Settlement was constructed the barrier, known
as the " Pale," separating the lands occupied by
the settlers from those remaining in the hands
of the Irish. This barrier consisted of a ditch,
raised some ten or twelve feet from the ground,
with a hedge of thorn on the outer side. It was
constructed, not so much to keep out the Irish, as
to form an obstacle in their way in their raids on
the cattle of the settlers, and thus give time for a

The Pale began at Dalkey, and followed a south-
westerly direction towards Kilternan ; then turning
northwards passed Kilgobbin, where a castle still
stands, and crossed the Parish of Taney to the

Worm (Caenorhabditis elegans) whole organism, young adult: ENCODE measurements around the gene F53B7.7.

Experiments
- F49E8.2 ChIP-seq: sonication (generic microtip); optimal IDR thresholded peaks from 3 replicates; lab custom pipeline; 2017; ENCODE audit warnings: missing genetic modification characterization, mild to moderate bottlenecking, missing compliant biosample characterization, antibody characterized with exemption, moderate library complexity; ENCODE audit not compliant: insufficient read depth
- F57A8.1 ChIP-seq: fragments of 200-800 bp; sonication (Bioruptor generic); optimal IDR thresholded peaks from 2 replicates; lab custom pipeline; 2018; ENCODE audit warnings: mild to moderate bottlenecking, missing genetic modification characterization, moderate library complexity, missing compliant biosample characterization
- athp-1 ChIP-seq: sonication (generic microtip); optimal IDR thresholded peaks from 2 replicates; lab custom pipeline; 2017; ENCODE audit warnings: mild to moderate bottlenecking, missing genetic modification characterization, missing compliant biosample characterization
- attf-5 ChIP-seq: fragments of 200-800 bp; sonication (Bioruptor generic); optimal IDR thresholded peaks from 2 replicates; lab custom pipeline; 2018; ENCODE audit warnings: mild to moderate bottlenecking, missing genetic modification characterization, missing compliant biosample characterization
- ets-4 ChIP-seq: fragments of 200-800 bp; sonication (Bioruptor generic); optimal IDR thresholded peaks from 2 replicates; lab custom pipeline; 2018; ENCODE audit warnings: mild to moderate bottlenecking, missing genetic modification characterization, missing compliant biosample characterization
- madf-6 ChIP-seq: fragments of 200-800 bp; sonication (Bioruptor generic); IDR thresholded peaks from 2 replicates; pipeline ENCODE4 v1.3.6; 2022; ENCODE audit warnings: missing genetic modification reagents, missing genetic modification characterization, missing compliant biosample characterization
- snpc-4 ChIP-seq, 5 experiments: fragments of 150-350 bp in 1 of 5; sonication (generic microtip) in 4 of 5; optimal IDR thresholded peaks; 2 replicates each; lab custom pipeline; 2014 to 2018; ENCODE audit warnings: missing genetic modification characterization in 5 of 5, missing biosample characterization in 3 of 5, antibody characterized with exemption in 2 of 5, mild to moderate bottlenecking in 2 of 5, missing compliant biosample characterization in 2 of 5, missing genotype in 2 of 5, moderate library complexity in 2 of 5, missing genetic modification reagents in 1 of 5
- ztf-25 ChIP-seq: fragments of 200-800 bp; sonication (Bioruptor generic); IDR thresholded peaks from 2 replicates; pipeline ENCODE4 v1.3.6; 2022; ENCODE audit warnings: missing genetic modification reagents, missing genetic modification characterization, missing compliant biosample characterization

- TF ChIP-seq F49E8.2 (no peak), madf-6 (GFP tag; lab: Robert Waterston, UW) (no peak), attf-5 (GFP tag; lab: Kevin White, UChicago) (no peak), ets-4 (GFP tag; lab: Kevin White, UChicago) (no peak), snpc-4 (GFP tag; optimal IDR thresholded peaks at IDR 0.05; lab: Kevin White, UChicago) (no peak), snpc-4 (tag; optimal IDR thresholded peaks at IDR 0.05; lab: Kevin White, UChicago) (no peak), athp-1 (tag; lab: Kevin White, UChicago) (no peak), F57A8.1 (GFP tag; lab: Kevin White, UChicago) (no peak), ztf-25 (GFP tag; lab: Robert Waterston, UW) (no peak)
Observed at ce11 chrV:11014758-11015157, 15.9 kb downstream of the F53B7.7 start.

south of that part of the lands of Balally now
called Moreen, :;: and thence in a westerly direction
to Tallaght, and on to Naas in the County of
Kildare.f In the wall bounding Moreen is still to

* Now the residence of Major Lenox Mac Farlane, and
formerly of the M'Kay family. Vide M'Kay, chapter vii.

f A portion of the Pale is still to be seen in Kildare between
Clane and Clongowes Wood College at Sallins.


be seen a small watch-tower and the remains of a
guard-house adjoining it. From this point a
beacon-fire would raise the alarm as far as Tallaght,
where an important castle stood.*

The earliest mention of the parish is to be found
in 1179, when Pope Alexander III. confirmed to
Archbishop Laurence O'Toole "the middle place
of Tignai with its church." The Papal Bull which
deals with Taney, among the other places in the
diocese in that year, is preserved for us in the
Liber Niger of Archbishop Alan; and a note by
the Archbishop himself, in the margin of his Liber
Niger, informs us that ' ' Tanney " is a church